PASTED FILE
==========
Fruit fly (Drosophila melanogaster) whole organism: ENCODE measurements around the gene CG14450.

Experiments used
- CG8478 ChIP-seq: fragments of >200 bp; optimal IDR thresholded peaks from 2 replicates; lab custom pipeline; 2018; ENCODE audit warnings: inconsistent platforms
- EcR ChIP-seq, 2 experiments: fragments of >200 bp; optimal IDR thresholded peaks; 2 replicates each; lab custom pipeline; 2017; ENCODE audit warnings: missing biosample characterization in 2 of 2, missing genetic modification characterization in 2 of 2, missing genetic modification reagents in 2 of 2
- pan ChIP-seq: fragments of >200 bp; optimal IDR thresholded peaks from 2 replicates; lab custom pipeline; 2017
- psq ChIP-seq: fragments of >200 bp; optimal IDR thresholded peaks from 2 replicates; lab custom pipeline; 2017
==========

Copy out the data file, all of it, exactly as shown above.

Fruit fly (Drosophila melanogaster) whole organism: ENCODE measurements around the gene CG14450.

Experiments used
- CG8478 ChIP-seq: fragments of >200 bp; optimal IDR thresholded peaks from 2 replicates; lab custom pipeline; 2018; ENCODE audit warnings: inconsistent platforms
- EcR ChIP-seq, 2 experiments: fragments of >200 bp; optimal IDR thresholded peaks; 2 replicates each; lab custom pipeline; 2017; ENCODE audit warnings: missing biosample characterization in 2 of 2, missing genetic modification characterization in 2 of 2, missing genetic modification reagents in 2 of 2
- pan ChIP-seq: fragments of >200 bp; optimal IDR thresholded peaks from 2 replicates; lab custom pipeline; 2017
- psq ChIP-seq: fragments of >200 bp; optimal IDR thresholded peaks from 2 replicates; lab custom pipeline; 2017